Islington’s longest serving lollipop lady
When Margaret Lonergan first started her job as a crossing patrol officer in 1975, she didn’t intend for it to become such an important part of her life. Now, 42 years later Margaret is Islington’s longest serving lollipop lady and a popular face within the local community where she works. IslingtonLife finds out why her role is so special and the changes she has seen throughout the years.
How did your role as lollipop lady come about?
I knew the lady who was originally working on the crossing. She was local like me and moving on elsewhere. My children were quite young and I happened to say it would be handy having a few spare bob, which was scarce in those days. Next thing I know I had a police lady knocking at my door and taking my measurements! I’d been put forward for it.
What’s the most challenging thing about your role?
I used to worry all the time about the kids getting hurt. I still do. I shadowed the police officer on duty when I started and was thrown right into it, which was a good thing. The police used to manage the crossings before the council did, you see. You think it’s just being a lollipop lady but it was nerve-wracking.
Did you imagine being in the role for as long as you have?
I can’t even believe how long I’ve been doing it myself! I only intended on working for three months. Two months in, unfortunately, I lost one of my sons, he died in a fire in the playground not far from here, so I certainly had no intention of going back. About four weeks after my son’s funeral, our wonderful local police lady was at my door encouraging me to come back to work. She stayed with me on the crossing for my first week back and helped me get my confidence back and I’ve been there ever since.
What schools are in your crossing area?
I’m in the centre of it all, between MacKenzie Road and Liverpool Road. I cover Sacred Heart Catholic Primary School, St Mary Magdalene and Drayton Park.
What are the biggest changes that you have seen over the years?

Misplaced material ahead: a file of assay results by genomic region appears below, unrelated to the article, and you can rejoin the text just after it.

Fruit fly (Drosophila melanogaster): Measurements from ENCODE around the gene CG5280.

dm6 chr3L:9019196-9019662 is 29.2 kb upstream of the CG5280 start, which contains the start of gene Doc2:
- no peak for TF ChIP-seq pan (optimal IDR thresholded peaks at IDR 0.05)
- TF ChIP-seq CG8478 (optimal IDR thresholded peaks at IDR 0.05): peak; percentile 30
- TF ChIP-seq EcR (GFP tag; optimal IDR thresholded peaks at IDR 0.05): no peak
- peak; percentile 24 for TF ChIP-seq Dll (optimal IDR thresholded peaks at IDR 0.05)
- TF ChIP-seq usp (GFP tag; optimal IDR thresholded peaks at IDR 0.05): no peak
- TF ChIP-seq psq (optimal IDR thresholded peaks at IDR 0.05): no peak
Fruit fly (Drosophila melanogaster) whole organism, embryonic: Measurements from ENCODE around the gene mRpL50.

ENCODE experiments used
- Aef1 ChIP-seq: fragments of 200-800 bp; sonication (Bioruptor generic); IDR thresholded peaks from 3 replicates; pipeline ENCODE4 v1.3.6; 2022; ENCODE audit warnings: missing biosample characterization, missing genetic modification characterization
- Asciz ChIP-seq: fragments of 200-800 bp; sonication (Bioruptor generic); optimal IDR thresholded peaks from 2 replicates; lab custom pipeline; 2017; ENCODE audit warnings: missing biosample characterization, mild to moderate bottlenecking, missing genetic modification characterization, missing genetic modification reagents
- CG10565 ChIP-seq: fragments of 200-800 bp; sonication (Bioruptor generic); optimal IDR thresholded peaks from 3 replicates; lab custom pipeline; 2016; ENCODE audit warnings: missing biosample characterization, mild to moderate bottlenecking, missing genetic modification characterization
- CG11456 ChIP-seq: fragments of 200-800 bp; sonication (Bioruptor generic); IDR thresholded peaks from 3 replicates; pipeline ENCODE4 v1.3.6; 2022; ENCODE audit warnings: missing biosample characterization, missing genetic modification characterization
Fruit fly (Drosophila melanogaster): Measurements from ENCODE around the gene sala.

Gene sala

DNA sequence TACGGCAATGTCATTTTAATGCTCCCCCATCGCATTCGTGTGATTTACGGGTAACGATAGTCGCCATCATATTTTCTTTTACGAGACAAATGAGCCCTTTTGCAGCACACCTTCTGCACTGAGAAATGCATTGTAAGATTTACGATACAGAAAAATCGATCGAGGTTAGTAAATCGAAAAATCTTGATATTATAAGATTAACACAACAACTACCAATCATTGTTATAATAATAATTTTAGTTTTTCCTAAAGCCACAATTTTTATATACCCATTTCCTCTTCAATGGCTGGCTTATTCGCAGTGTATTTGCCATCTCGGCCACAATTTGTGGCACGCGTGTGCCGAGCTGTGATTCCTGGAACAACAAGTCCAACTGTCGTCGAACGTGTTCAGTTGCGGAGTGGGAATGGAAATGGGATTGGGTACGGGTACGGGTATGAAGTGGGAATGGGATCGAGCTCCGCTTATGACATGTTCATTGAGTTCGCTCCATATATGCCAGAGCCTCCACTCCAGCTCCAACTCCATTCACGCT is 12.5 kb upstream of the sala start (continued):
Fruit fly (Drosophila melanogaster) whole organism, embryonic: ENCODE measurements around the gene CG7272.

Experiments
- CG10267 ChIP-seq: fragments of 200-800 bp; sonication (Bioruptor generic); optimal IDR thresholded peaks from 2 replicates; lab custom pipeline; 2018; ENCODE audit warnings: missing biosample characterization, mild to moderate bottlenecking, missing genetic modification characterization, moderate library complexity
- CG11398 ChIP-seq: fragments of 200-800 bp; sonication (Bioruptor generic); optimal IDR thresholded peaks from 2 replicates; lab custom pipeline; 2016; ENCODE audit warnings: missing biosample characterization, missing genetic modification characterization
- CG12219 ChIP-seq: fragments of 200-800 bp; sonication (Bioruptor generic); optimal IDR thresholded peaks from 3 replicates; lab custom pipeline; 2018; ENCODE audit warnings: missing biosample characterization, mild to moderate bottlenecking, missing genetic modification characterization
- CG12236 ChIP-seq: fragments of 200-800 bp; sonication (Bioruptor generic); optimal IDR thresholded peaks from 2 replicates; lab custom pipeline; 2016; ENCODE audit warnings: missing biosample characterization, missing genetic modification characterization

There’s so much more traffic now, including cyclist’s and scooters. Fortunately, there’s never been any major accidents. I’ve also seen the area transform into a multi-cultural community, which is a fantastic thing.
Tell us what you enjoy most about your role?
If I’m not in the best of moods, I see these beaming little faces and it gives me incentive to carry on. What more could I ask for really. Children run up to me and give me a hug because they’re so excited to see the lollipop lady, even bus drivers wave at me in the mornings! I get people coming up to me saying “You were my lollipop lady.” They’ve grown up into these lovely young men and women with families of their own, it’s amazing.
What do you like most about living in Islington?
It’s so central to everything, you’ve got the shops and transport on your doorstep. I was very shy when I first came here. I’ve learned over the years you have to make an effort. My neighbours are very good, they rallied round and were there for me when I lost my husband five years ago. They’re there when you need them.
Do you plan on putting down your lollipop stick any time soon?
I know I’ll have to retire at some point but I’ll continue for as long as they let me! I’ve got eight years to go until retirement. If I start losing my concentration before then, I’ll know it’s time to stop. There’s not many of us lollipops ladies around now, which is a shame. I would really miss it, it’s my life.
Thanks for sharing your story, Margaret!